corner of the township.
John Campbell erected the first mill in town, starting in 1854. It was much like other pioneer mills, with no bolting
arrangements, and but a single run of stones. But when the settlers succeeded in raising grain, they resorted to
this mill, and as the number of pioneers increased, they came in ever augmented numbers. Sometimes, the people
bringing their grist to be ground had to wait several days for their flour, and those who could not find accommodations
in his small log house had to sleep in the mill itself, or sometimes out of doors, in or under their carts. Soon
after putting the grist mill in operation he erected a sawmill. The latter, which contained a single sash saw,
rimained in operation for fifteen years. In 1859, Mr. Campbell put up a flouring mill, with one run of stones,
a smutter and a bolter.
John Stewart, who about 1857, as mentioned, built a sawmill on section 30, some two years later built a grist mill
with a single run of stones, and with bolting facilities. It later became quite an important flour mill.
Many years ago Stephen Robinson commenced the manufacture of brick on his farm, which proved to be of good quality.
At first they were moulded by hand in the old fashioned way, but about 1870 he procured a machine, and since that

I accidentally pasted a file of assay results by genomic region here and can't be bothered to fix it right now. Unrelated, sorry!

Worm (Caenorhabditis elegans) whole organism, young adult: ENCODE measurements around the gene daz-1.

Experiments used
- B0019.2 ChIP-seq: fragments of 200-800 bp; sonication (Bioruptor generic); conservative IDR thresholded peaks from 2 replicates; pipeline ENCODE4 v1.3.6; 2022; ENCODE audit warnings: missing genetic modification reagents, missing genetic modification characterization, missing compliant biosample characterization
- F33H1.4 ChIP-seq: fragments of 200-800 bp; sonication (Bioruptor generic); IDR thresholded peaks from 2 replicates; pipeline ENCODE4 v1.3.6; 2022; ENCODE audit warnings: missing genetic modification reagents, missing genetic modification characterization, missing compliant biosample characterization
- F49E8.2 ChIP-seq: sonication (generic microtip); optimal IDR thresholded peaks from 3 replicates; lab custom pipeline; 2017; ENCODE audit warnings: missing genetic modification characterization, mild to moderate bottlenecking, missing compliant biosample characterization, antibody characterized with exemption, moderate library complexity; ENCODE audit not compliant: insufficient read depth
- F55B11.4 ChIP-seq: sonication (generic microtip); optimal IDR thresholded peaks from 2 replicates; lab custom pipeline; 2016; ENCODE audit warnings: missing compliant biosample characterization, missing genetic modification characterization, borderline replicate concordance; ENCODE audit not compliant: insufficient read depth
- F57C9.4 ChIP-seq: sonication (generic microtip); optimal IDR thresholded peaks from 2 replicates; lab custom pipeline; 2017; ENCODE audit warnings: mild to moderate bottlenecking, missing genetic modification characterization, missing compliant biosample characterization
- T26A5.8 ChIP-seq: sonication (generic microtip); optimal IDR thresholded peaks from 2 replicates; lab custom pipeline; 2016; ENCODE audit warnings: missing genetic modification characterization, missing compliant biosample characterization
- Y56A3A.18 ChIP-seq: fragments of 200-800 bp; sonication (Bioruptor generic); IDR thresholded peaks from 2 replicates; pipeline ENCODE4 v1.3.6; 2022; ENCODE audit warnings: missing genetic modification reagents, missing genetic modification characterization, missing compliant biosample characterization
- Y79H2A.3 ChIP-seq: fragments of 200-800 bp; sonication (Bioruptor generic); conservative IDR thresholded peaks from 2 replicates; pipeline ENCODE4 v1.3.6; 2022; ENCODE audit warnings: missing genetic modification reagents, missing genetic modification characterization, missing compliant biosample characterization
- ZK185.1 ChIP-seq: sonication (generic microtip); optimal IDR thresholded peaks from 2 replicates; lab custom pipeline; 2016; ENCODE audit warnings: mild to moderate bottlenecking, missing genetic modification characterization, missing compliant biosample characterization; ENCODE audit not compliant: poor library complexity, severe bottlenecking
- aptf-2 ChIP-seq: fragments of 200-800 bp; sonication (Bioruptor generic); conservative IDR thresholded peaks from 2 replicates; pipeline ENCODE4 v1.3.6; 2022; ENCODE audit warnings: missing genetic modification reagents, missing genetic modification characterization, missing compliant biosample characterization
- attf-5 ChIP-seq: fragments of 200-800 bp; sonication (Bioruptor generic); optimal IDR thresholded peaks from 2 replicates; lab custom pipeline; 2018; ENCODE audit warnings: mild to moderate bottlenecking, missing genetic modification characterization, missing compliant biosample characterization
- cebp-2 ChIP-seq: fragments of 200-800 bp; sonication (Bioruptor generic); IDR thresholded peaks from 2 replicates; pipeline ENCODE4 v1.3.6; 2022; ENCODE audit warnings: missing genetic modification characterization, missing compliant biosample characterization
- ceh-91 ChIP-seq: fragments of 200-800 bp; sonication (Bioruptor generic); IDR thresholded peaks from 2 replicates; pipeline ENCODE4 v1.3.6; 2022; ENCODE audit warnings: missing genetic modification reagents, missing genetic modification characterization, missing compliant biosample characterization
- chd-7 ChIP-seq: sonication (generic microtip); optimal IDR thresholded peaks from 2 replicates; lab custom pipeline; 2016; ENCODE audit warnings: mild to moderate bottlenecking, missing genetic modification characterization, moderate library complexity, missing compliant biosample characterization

time the manufacture has been extensive. The brick used in the construction of the county jail in Caledonia were
from this yard, and numerous other buildings in Caledonia and other towns in the county were thus supplied.
A tannery was established by John Emery, near Money Creek, in 1866. In about two years the business was closed
The hamlet of Money Creek, at first called Clinton, was platted in the fall of 1856 by John Campbell, the pioneer.
He sold the first lot to Mr. Stolls, who erected a tavern, which he kept for several years. Soon after the hamlet
was surveyed a half was sold to Mr. Goodrich, of the firm of Draper & Goodrich, who built a store, the beginning
of the mercantile business here. Other early merchants here were G. Bissell, Wood & Vance, Corey & Emery,
and A. W. Wheeler.
The first town meeting was held May 11, 1858, at the house of Enoch Gould, E. D. Northrop was chairman and C. B.
Sinclair, clerk. The following officers were unanimously elected, each having received 37 votes. Supervisors, O.
P. Gates, chairman, Charles Gyle and. C. Anderson; clerk, C. G. Berry; assessor, N. Whittemore; collector, H. Mills;
overseer of the poor, Enoch Gould; constables, H. Mills and Stephen Van Horn; justices of the peace, Charles Smith
and E. D. Northrup.
The township of Money Creek was originally called Hamilton, but when the act was passed by the legislature forbidding
the use of the same name for more than one town or city in the state, and it was found that the name of Hamilton
had been previously appropriated, this township was obliged to take a new name, and chose one that was not likely
to have a duplicate. Some man, having got his pocketbook and its contents wet in the Creek, and spreading out the
bank notes on a bush to dry, a sudden gust of wind blew them into the water again, and some of the money was never
recovered; so this circumstance suggested the name of the stream, after which the town was named.